Existing technologies are starting to attain a large scale in Europe, while new technologies are emerging to solve core European utility problems, according to observations by the IHS analyst team at the European Utility Week (EUW) conference in Amsterdam. While markets are picking up in Europe, technology providers still face difficulties with varying standards, fluctuating regulatory requirements in each country and a customer base that is still in need of understanding best practices for new technology adoption. Moreover, acute problems with the integration of renewable energy are adding complexity to the potential solutions for utilities to invest in.
EUW has traditionally been focused on smart metering, a hot topic in Europe for many years. While European suppliers have known about the massive rollouts for electricity and gas meters for some time, actual shipments are just now beginning to climb. France, the UK, the Netherlands, and Italy are seeing dramatic shifts in their market landscapes in regards to smart gas metering, prompting IHS to issue a forecast for Europe, Middle East and Africa (EMEA) to have cumulative 2015 shipments worth almost $300 million. While smart electricity meters have been the mainstay for a few years, the market has almost entirely been in the Nordic region, with additional markets blooming in the UK and Spain just recently. However, significant adoption for smart electricity meters is now being seen across Europe in regions such as Poland, France, and Benelux - resulting in IHS issuing an EMEA forecast of $1.3 billion worth of shipments in 2015.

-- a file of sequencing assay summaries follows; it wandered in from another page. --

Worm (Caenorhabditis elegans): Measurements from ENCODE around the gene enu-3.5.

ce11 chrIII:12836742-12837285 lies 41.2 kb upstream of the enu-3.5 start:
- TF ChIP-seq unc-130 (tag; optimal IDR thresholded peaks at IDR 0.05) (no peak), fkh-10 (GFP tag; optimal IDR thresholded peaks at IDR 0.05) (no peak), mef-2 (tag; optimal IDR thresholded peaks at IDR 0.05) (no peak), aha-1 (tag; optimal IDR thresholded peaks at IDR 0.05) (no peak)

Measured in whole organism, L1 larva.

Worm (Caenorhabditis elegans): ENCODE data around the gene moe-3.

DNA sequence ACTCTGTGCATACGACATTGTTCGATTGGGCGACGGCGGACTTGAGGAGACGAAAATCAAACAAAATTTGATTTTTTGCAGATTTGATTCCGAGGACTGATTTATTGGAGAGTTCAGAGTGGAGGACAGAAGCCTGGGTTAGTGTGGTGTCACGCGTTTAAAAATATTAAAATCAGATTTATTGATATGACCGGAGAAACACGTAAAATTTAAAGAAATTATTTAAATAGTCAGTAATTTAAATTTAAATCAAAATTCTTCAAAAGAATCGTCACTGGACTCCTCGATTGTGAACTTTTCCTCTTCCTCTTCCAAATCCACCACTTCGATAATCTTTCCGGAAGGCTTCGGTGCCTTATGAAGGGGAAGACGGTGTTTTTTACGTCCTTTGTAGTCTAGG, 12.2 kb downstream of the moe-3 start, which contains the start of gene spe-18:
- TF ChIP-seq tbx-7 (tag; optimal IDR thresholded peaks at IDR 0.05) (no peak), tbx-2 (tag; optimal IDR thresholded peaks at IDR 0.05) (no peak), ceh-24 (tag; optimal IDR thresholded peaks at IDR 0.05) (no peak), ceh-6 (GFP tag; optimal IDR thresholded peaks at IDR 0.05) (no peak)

Mounting problems continue to pose challenges to electric utilities
After all the mandates for smart metering, the challenges from consumer advocates, the delays and bureaucracy, utilities in Europe now have to face a dramatically changing environment as deregulation takes hold and decentralized generation continues to increase, two themes covered continuously at the conference. Alongside the rapid growth of renewable energy is also the issue of grid capacity, an issue affecting all Western European countries. Utilities need additional help in rebalancing the grid while attaining ever increasing reliability standards, while all the time doing their best to defer capital investments and not build new grid infrastructure.
While Germany is the main example for integrating photovoltaic (PV) solar effectively into the power grid, the problem is now being seen across Europe. Intermittent and poorly managed distributed generation is a concern for managing power flow, maintaining adequate voltage levels and preserving the optimum life of grid assets. The difficulty for utilities is this isn’t always a grid-wide issue to solve; it’s more acute in nature and needs local, distribution layer technologies that will work in real time to manage power flow and quality. This is bringing many new potential solutions up for utilities to choose from, offering the help needed, but making for a confusing market landscape that lacks full system-wide, end-to-end solutions.